As for the most depressing – and, Jean says, most wonderful – Christmas song, she votes for Have Yourself a Merry Little Christmas, introduced by Frances Gumm (Judy Garland) in the 1944 film Meet Me In St. Louis.

meet-me-in-st-louis-44-mo-jg-1

Next year all our troubles will be miles away, until then we’ll have to muddle through somehow. Magic lyric, says Jean. While I would choose Perry Como’s Home for the Holidays (you can’t beat home, sweet home) with its manic bridge.

I met a man who lives in Tennessee

He was headin’ for, Pennsylvania, and some home made pumpkin pie

From Pennsylvania folks are travelin’ down to Dixie’s sunny shore

From Atlantic to Pacific, gee, the traffic is terrific…

Oy, the traffic!

Andre Kostelanetz’s famous Sleigh Ride pulls on my heart strings. You can hear Santa repeatedly whipping the poor reindeer.

santasleighdeer

Leopold Mozart’s Sleighride is more to my liking. Lots of jingle bells, no whips. THE Mozart was Leopold’s father.

Some of my other favorites include Doris Day’s Toyland, Fats Waller’s Swinging Them Jingle Bells, Liberace’s Jesu Bambino, and Tammy Wynett’s Away in a Manger.

liberace

The most beautiful song is Harry Belafonte’s We Wish You a Merry Christmas medley.

My brother Andy’s favorite Christmas song is We Three Kings. Not to be depressing but here’s one of the verses.

Myrrh is mine

Its bitter perfume breathes

A life of gathering gloom

Sorrowing, sighing, bleeding, dying,

Sealed in the stone cold tomb.

If anyone can update the tune, it’s the psychobilly musician Reverend Horton Heat.

three-kings

A very merry Christmas to all!

8 Comments

Filed under Culture, Film, History, Jean Zimmerman, Music

A Grimm Tale

Recently I checked out my reader reviews for The Orphanmaster – not always a good thing for a writer to do, but Amazon makes it so easy – and after the wonderful, wonderful, wonderfuls I was stopped short by this extremely erudite criticism: Yick. One of my readers actually had to put the book down and erase it from her e-reader, she was so offended by the novel’s instances of violence and depravity.

Alright, you got me. Loving, brave Blandine and valiant, dashing Drummond and adorable little Sabine aren’t the only beings in the story. There are bogeymen lurking in the New Amsterdam shadows, crouching in the forest, maybe even hiding somewhere in your house, perhaps inside the groot kamer itself.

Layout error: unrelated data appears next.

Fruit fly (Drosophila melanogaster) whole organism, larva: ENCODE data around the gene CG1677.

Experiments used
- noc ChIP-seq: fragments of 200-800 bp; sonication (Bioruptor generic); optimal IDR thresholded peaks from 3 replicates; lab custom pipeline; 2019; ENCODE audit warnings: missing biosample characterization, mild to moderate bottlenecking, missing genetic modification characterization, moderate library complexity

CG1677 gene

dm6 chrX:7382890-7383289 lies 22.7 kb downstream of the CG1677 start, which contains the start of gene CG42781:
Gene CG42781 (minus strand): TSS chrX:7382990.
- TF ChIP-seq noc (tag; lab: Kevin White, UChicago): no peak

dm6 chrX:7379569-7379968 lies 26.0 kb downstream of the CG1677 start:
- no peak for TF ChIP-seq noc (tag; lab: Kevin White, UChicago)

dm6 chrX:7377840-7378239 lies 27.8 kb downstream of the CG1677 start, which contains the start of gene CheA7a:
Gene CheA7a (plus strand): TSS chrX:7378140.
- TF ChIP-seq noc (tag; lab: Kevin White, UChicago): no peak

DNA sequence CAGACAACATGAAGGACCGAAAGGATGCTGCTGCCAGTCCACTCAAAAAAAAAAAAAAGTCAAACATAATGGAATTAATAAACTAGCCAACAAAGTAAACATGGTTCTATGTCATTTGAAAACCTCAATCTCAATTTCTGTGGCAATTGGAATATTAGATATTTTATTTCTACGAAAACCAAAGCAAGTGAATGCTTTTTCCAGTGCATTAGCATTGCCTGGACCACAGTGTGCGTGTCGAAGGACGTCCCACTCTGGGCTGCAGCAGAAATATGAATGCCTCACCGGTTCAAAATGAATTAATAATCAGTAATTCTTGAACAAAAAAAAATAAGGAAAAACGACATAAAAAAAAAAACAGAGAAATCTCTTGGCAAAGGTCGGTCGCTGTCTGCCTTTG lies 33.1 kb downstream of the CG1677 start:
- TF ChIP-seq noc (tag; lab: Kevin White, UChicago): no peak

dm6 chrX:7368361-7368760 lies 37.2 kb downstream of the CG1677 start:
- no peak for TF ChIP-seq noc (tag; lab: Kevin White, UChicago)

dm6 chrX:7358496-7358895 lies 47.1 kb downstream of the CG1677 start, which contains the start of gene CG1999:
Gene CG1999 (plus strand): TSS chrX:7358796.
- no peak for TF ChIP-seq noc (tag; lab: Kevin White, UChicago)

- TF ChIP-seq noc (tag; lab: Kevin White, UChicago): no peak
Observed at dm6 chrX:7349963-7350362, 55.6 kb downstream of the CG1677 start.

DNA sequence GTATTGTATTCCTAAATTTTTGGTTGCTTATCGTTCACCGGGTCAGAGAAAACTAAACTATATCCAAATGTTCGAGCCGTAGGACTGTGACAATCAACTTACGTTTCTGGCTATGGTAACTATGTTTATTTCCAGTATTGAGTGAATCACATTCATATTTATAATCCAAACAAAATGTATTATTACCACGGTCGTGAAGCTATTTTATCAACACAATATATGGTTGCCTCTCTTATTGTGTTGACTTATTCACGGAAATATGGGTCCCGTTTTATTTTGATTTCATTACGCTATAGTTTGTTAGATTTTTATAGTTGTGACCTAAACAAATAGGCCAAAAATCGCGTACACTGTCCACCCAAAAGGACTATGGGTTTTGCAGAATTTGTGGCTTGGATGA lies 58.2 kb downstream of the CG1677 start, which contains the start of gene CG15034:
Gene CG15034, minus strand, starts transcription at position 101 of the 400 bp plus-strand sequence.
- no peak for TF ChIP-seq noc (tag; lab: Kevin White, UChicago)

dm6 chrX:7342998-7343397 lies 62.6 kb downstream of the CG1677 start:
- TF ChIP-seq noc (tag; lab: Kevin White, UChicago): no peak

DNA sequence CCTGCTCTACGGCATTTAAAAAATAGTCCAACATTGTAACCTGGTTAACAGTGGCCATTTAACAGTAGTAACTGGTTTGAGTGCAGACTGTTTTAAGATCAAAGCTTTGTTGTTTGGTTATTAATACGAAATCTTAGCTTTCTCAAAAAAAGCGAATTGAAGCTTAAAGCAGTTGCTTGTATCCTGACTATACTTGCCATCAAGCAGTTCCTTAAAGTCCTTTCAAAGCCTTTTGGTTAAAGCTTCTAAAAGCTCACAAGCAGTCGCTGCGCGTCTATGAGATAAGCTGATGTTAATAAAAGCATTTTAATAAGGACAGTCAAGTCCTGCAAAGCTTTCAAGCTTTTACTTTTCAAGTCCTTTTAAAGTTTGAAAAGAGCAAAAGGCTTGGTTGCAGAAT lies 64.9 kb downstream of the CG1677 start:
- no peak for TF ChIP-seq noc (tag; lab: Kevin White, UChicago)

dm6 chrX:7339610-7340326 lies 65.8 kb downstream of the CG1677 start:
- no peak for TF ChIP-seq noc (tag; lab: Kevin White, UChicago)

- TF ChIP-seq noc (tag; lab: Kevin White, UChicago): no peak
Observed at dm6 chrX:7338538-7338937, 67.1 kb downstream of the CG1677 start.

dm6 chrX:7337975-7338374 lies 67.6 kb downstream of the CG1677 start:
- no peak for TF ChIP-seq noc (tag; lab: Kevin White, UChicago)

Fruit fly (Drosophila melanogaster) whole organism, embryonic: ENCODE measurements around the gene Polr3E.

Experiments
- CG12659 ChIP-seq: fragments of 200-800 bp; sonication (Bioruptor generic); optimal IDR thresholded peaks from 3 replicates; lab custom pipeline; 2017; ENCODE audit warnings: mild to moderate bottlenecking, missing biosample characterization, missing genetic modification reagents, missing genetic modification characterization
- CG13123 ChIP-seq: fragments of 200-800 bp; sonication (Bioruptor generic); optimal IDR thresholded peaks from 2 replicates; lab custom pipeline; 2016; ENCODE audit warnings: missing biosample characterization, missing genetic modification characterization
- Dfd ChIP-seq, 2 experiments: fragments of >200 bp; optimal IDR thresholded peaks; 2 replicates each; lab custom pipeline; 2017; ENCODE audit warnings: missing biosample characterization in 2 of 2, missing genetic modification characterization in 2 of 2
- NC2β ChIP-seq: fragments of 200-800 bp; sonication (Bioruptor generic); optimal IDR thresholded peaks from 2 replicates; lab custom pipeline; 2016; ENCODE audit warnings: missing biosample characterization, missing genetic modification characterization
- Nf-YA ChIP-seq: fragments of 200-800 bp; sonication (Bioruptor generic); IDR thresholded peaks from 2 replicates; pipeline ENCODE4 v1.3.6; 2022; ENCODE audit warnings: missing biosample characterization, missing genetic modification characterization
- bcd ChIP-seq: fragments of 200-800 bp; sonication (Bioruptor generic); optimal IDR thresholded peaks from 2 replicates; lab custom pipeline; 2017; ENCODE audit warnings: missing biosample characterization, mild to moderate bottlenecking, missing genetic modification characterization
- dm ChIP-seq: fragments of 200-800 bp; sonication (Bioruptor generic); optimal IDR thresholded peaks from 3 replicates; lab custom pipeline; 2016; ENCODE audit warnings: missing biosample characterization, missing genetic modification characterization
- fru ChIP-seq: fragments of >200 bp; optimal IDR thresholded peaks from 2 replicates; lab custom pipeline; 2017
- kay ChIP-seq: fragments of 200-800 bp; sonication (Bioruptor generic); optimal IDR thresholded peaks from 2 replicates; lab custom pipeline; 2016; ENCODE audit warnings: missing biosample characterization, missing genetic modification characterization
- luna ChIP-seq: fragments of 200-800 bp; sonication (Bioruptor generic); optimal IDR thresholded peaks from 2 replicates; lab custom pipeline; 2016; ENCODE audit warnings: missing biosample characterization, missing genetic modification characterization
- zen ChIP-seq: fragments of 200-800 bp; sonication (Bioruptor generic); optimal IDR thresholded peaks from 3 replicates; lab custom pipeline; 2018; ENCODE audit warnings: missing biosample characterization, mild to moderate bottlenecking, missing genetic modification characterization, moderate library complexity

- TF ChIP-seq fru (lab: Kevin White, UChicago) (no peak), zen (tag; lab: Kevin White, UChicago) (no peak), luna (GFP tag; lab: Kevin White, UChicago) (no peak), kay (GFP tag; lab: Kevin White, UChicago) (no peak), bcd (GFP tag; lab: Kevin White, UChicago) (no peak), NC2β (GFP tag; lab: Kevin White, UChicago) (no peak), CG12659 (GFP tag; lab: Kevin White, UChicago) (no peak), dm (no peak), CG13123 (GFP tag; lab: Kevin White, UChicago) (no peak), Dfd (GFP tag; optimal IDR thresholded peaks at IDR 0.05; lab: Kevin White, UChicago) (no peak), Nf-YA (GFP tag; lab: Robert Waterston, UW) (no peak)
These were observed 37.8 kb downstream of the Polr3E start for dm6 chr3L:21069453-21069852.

O-Master P-Back Cover

No one in The Orphanmaster is entirely safe. It’s our job (through the actions of the characters we adopt as our totems) to crush those towering monsters and let the light shine in for another day. There’s a crack in everything, wrote Leonard Cohen, That’s how the light gets in.

Why do some writers, like me, want to show the monsters, expose them, and crush them? Why are some people drawn to a TV gorefest like The Walking Dead? I know I am. Monsters are with us at the core of our psyches. A lot of viewers are eating up the NBC prime time show Grimm, which puts a procedural spin on nailing fairy-tale creatures.

grimm

It’s actually amazing that we manage to find anything remotely more interesting to tell stories about.

Today is the anniversary of the first publication of Grimm’s Fairy Tales. This literary landmark, originally titled Children’s and Household Tales, first appeared in Germany on December 20th, 1812 – just in time for Christmas shoppers, right?

Grimm's_Kinder-_und_Hausmärchen,_Erster_Theil_(1812).cover

Jacob and Wilhelm Grimm were not the first to publish fairy tales, but their versions enshrined the “folk” aspect of the material – the down and dirty part, the cruelty, the yick factor. The brothers went out to the countryside and collected folk tales from peasants, unsanitized, terrifying and utterly compelling.

Arthur-Rackham-Grimm-Fairy-Tales

Many of the details in the original versions of the stories were more ghastly than those we recognize from Disney – for one minor example, in the Grimms’ Cinderella, two heavenly doves help the heroine get dressed for the big ball in a gold dress and slippers – then fly down to peck out the eyeballs of the evil stepsisters.

Cinderella-(Cinderella_III)

Yick. But brilliant. The tales have found their way into 160 languages in the last 200 years. A recent translation of 50 of them by children’s writer Philip Pullman manages to be as elegant as it is gory. As far as I know, there is no witika in Grimm, no towering, green-skinned, long-fanged, cannabilistic spirit of the woods such as the being that torments 1663 Manhattan in The Orphanmaster.

wendigo_char_c1

Yick. Yum.

3 Comments